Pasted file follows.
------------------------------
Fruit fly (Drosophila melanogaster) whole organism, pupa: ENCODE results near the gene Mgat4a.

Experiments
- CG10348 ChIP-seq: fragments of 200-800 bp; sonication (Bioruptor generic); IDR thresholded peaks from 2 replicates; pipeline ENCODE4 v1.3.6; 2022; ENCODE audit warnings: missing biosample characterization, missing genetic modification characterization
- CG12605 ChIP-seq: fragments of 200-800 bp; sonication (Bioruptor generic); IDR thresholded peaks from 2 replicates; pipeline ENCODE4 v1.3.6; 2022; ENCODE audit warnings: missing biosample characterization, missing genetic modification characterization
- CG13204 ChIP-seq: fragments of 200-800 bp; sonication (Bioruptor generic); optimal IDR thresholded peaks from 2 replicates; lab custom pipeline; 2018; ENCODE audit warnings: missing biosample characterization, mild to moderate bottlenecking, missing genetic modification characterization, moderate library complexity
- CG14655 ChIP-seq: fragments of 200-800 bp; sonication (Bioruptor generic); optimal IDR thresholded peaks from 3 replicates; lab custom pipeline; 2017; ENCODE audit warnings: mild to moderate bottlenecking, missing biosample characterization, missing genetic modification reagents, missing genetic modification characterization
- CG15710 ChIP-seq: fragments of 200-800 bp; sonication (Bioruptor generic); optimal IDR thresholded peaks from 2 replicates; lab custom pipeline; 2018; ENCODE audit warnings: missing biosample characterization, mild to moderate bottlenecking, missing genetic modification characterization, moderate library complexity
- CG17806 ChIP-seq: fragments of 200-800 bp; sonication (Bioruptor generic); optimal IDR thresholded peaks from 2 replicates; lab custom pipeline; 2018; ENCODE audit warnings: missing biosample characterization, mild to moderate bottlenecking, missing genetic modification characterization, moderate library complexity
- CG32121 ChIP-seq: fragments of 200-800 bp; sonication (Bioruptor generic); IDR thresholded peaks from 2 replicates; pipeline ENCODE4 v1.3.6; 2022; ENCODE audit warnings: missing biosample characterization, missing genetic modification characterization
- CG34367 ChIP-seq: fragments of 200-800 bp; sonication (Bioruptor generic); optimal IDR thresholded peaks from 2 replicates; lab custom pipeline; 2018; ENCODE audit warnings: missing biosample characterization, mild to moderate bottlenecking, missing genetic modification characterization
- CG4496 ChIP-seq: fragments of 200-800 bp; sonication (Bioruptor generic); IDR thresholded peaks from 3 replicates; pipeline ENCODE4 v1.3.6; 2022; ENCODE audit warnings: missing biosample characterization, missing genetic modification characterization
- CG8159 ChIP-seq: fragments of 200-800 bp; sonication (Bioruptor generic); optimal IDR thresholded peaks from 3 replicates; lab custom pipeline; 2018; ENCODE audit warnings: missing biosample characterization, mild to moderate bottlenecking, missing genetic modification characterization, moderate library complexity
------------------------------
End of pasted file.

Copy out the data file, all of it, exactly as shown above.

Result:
Fruit fly (Drosophila melanogaster) whole organism, pupa: ENCODE results near the gene Mgat4a.

Experiments
- CG10348 ChIP-seq: fragments of 200-800 bp; sonication (Bioruptor generic); IDR thresholded peaks from 2 replicates; pipeline ENCODE4 v1.3.6; 2022; ENCODE audit warnings: missing biosample characterization, missing genetic modification characterization
- CG12605 ChIP-seq: fragments of 200-800 bp; sonication (Bioruptor generic); IDR thresholded peaks from 2 replicates; pipeline ENCODE4 v1.3.6; 2022; ENCODE audit warnings: missing biosample characterization, missing genetic modification characterization
- CG13204 ChIP-seq: fragments of 200-800 bp; sonication (Bioruptor generic); optimal IDR thresholded peaks from 2 replicates; lab custom pipeline; 2018; ENCODE audit warnings: missing biosample characterization, mild to moderate bottlenecking, missing genetic modification characterization, moderate library complexity
- CG14655 ChIP-seq: fragments of 200-800 bp; sonication (Bioruptor generic); optimal IDR thresholded peaks from 3 replicates; lab custom pipeline; 2017; ENCODE audit warnings: mild to moderate bottlenecking, missing biosample characterization, missing genetic modification reagents, missing genetic modification characterization
- CG15710 ChIP-seq: fragments of 200-800 bp; sonication (Bioruptor generic); optimal IDR thresholded peaks from 2 replicates; lab custom pipeline; 2018; ENCODE audit warnings: missing biosample characterization, mild to moderate bottlenecking, missing genetic modification characterization, moderate library complexity
- CG17806 ChIP-seq: fragments of 200-800 bp; sonication (Bioruptor generic); optimal IDR thresholded peaks from 2 replicates; lab custom pipeline; 2018; ENCODE audit warnings: missing biosample characterization, mild to moderate bottlenecking, missing genetic modification characterization, moderate library complexity
- CG32121 ChIP-seq: fragments of 200-800 bp; sonication (Bioruptor generic); IDR thresholded peaks from 2 replicates; pipeline ENCODE4 v1.3.6; 2022; ENCODE audit warnings: missing biosample characterization, missing genetic modification characterization
- CG34367 ChIP-seq: fragments of 200-800 bp; sonication (Bioruptor generic); optimal IDR thresholded peaks from 2 replicates; lab custom pipeline; 2018; ENCODE audit warnings: missing biosample characterization, mild to moderate bottlenecking, missing genetic modification characterization
- CG4496 ChIP-seq: fragments of 200-800 bp; sonication (Bioruptor generic); IDR thresholded peaks from 3 replicates; pipeline ENCODE4 v1.3.6; 2022; ENCODE audit warnings: missing biosample characterization, missing genetic modification characterization
- CG8159 ChIP-seq: fragments of 200-800 bp; sonication (Bioruptor generic); optimal IDR thresholded peaks from 3 replicates; lab custom pipeline; 2018; ENCODE audit warnings: missing biosample characterization, mild to moderate bottlenecking, missing genetic modification characterization, moderate library complexity